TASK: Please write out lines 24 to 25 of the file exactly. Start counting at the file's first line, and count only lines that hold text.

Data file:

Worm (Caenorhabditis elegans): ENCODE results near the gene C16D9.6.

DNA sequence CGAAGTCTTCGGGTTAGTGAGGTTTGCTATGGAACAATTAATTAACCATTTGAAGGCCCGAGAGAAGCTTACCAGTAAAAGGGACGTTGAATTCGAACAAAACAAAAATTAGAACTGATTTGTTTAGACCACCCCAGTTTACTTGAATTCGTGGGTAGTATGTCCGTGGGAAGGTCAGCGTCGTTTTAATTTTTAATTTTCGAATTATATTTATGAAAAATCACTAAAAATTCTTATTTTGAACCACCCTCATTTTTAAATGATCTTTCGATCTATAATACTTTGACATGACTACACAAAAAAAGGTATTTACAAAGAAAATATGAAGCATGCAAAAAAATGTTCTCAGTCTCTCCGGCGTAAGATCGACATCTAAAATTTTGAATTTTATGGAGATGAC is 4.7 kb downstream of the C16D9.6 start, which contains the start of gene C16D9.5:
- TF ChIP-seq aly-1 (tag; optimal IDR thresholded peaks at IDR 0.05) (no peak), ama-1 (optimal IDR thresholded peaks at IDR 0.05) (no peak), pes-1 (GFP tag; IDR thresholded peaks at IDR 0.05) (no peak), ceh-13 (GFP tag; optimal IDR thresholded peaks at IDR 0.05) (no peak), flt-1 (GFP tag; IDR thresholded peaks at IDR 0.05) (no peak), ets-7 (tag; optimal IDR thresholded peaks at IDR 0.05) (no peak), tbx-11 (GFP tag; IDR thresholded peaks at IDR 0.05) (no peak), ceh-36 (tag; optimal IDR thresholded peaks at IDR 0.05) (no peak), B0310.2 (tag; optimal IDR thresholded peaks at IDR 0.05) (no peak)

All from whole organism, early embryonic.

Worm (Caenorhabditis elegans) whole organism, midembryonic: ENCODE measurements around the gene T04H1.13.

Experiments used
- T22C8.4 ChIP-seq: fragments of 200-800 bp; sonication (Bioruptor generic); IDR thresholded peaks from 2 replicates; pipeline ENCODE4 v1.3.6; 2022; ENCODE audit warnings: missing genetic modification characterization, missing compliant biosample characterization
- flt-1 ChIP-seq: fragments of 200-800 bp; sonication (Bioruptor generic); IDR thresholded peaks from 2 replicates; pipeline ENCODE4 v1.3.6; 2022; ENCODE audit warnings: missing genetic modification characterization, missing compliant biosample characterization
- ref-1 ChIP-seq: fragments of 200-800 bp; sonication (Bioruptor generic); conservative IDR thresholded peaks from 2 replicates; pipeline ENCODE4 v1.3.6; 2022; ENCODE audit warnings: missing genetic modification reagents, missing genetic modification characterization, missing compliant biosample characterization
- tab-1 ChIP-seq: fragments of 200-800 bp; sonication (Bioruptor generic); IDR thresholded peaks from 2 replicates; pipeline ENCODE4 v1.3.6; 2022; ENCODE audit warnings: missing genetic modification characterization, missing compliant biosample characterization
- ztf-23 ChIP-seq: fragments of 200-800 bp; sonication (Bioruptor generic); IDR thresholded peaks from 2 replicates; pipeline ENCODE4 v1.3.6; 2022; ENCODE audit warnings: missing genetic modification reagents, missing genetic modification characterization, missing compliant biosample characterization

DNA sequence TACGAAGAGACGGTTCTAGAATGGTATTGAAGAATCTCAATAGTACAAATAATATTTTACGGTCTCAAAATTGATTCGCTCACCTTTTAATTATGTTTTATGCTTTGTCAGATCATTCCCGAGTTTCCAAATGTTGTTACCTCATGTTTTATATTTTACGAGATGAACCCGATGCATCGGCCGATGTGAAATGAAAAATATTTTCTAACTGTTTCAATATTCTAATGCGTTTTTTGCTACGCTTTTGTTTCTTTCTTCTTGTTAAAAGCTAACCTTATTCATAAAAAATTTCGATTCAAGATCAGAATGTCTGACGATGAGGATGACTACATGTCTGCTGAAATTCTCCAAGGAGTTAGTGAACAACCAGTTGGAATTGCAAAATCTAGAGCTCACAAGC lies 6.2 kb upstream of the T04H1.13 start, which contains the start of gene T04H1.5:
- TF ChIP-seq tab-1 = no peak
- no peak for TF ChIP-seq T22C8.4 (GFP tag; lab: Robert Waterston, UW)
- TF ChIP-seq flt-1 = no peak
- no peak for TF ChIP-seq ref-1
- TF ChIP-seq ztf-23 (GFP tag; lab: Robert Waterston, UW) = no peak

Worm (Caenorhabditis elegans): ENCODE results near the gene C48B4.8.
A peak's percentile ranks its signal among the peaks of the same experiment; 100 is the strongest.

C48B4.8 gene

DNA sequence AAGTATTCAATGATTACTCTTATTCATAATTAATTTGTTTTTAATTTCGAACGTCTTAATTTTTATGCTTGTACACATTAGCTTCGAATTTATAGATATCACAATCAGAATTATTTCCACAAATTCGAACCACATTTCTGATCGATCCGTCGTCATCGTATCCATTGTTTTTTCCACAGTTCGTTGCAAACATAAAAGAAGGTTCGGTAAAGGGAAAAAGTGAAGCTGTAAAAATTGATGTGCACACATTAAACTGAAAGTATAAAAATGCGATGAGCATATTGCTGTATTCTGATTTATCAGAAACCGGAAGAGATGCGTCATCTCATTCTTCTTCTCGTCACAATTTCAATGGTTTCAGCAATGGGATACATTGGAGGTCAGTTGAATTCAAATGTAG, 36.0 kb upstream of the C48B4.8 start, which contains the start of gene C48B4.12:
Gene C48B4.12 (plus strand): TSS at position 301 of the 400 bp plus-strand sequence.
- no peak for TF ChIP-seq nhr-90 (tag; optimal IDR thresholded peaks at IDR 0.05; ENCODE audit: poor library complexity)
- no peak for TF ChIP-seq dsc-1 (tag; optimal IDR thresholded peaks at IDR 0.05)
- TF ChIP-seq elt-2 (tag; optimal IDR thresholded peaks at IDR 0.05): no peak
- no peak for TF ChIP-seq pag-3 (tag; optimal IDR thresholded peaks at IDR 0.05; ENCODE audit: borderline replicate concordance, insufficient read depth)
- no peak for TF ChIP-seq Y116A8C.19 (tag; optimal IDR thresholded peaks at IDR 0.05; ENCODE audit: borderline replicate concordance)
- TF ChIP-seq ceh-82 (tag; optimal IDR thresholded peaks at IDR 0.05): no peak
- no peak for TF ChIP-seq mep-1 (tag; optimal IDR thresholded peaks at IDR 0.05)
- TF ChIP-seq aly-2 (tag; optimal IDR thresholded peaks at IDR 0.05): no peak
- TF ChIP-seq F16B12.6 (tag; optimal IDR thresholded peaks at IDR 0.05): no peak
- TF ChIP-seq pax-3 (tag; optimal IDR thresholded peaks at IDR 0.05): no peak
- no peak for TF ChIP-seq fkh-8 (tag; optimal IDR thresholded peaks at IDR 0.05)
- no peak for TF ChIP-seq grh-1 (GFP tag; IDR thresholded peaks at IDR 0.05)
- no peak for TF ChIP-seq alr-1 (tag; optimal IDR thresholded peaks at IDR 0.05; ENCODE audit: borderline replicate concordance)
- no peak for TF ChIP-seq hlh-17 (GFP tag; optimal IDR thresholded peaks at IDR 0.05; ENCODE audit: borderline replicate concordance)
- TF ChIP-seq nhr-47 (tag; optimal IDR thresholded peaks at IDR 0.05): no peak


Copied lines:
- no peak for TF ChIP-seq dsc-1 (tag; optimal IDR thresholded peaks at IDR 0.05)
- TF ChIP-seq elt-2 (tag; optimal IDR thresholded peaks at IDR 0.05): no peak